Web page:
October 10, 2013

LePage’s emergency declaration questioned

It lets him suspend rules during the government shutdown, but how it helps potentially laid-off workers is unclear.

By Steve Mistler smistler@pressherald.com
Staff Writer

AUGUSTA — Gov. Paul LePage declared a civil emergency Wednesday because of the federal government shutdown, but the implications were unclear and his declaration drew swift criticism.

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Gov. Paul LePage has declared a civil emergency Wednesday because of the federal government shutdown.

AP File Photo

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Number of positions identified, as of Tuesday, Oct. 8, 2013, with some level of federal funding:

Agriculture, Conservation & Forestry - 151
Maine Arts Commission - 4
Attorney General - 16
Corrections - 8
Defense, Veterans and Emergency Management - 141
Economic & Community Development - 5
Education - 78
Environmental Protection - 110
Executive Department - 5
Maine Historic Preservation Commission - 5
Maine Human Rights Commission - 7
Health and Human Services - 766
Inland Fisheries & Wildlife - 112
Judicial - 45
Labor - 522
Maine State Library - 13
Marine Resources - 46
Public Safety - 22
Secretary of State - 2
Transportation - 682

Total: 2,740

*This does not include any positions impacted exclusively by cost allocation.

The governor’s office said the declaration is intended to enable the administration to minimize the financial impact on the state and its federally funded employees. But officials did not specifically identify how LePage intends to use an executive power that allows him to suspend state rules or regulations that “prevent, hinder and delay effective management of the emergency,” according to state law.

Democratic leaders were suspicious of the declaration, calling on LePage to outline his plans for his new authority. The union representing state employees, nearly 3,000 of whom face temporary layoffs because of the shutdown, called it an overreach of power.

“The failure of leadership in Washington, D.C., has resulted in a federal shutdown, preventing the flow of federal money to Maine,” LePage said in the news release announcing the declaration. “Unfortunately, this means that a large number of our federally funded state employees may have to be laid off.”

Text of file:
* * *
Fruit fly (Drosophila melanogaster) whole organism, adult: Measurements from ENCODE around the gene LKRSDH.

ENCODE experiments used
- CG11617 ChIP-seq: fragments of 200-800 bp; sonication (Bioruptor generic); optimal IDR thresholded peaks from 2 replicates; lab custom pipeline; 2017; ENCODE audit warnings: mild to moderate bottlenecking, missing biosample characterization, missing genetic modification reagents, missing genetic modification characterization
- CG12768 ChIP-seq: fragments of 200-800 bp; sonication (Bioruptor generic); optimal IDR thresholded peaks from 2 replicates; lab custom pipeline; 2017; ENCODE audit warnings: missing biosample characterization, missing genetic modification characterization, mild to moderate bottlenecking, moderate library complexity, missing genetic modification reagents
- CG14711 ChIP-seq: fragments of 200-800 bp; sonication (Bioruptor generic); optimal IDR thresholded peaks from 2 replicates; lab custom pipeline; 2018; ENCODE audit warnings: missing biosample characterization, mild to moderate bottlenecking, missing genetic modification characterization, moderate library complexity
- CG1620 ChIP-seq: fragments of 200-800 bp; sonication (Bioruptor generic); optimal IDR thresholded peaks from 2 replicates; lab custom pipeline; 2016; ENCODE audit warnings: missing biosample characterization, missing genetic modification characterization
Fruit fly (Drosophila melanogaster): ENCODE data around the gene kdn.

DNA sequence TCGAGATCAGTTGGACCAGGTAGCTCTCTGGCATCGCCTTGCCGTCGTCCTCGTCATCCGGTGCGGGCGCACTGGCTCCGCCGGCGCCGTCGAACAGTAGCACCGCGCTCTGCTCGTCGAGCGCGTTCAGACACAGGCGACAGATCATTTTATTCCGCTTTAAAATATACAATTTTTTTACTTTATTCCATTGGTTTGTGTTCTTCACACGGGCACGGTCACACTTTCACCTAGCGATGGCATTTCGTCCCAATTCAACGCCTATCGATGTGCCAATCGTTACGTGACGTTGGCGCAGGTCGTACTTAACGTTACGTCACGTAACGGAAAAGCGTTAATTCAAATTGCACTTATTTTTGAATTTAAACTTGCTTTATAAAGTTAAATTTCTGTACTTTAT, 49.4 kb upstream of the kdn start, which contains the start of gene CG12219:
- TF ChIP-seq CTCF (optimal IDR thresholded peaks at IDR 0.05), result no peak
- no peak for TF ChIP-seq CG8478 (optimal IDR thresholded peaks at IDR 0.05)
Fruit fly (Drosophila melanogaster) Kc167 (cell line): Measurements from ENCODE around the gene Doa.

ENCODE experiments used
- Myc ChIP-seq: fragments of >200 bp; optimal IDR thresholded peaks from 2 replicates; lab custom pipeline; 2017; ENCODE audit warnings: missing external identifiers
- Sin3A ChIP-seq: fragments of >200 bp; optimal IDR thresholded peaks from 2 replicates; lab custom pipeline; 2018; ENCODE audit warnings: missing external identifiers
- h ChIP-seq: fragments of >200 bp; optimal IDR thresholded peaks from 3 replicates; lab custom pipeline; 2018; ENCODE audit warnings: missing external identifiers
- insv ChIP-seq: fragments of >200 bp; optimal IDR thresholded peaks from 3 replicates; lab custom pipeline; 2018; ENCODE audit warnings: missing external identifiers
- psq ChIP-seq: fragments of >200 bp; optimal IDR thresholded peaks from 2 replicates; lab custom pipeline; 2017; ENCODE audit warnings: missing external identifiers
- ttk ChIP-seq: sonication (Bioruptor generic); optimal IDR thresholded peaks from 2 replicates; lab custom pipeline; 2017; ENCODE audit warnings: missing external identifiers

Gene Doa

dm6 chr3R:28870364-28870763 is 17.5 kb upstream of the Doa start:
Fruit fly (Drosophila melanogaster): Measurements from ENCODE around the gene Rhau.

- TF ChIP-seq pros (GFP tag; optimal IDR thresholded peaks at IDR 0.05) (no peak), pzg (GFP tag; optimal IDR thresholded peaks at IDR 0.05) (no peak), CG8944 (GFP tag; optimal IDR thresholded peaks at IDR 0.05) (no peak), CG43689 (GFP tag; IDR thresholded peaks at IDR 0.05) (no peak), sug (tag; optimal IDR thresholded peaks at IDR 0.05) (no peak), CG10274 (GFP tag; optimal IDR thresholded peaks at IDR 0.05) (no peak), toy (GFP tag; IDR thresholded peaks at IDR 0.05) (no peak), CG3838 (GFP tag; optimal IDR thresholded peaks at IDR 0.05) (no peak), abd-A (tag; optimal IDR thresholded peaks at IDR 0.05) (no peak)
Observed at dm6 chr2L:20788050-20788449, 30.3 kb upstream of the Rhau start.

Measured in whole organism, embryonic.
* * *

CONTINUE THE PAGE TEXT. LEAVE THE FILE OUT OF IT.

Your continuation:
Democrats questioned why the Republican governor would give himself additional power, and how he intends to use it.

Attorney General Janet Mills, a Democrat, described the civil emergency as confusing and “a diversionary tactic.”

“I don’t know what the hell he’s talking about,” she told the Portland Press Herald. “He can put anything he wants down on paper. I’m not sure what powers he’s creating or trying to exercise.”

A civil emergency doesn’t give LePage any additional spending authority, which is tightly governed by the Maine Constitution. It does allow him to suspend some rules and regulations, but the administration would not say which ones it has in mind.

Carlisle McLean, LePage’s chief legal counsel, said the declaration wasn’t made in anticipation of “anything that the public isn’t already aware of,” a reference to the shutdown’s accumulating effects on state employees and agencies.

McLean said the administration initially believed that the shutdown would be over quickly, but since Oct. 1 it “has snowballed beyond what any of us expected.”

Maine and other states are beginning to feel the impact of the federal shutdown because their operations and staffing are intertwined with federal money.

Maine has 2,739 state workers whose positions are fully or partially funded by the federal government. On Monday, the administration announced 52 temporary layoffs at the Disability Determination Office in Winthrop, in addition to furloughs of four employees in the Department of Health and Human Services and three in the Department of Labor.

Last week, 406 technicians in the Maine Army and Air National Guard were furloughed, although most were later recalled.

In a letter to employees, LePage referred to three meetings with the union, but it wasn’t clear if the administration expected the unions to help alleviate the shutdown’s effects.

“Our administration met three times with the union since Friday to express our concerns, and we have been seeking solutions to minimize the impact on our state employees,” LePage’s letter said.

MaryAnne Turowski, legislative liaison for the Maine State Employees Association, said she attended the meetings with LePage but no proposals were made by the governor.

She said, “We’re in the dark as to what he’s talking about. We certainly think this is an overreach.”

The union released a more critical statement Wednesday night.

“Gov. LePage is the only governor in the United States to take the drastic step of proclaiming a civil emergency in response to the federal shutdown that his Tea Party colleagues at the national level created,” Ginette Rivard, also with the union, said in the statement.

(Continued on page 2)

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Today's poll: Civil emergency

Do you believe Gov. LePage is justified in declaring a civil emergency during the federal government shutdown?



View Results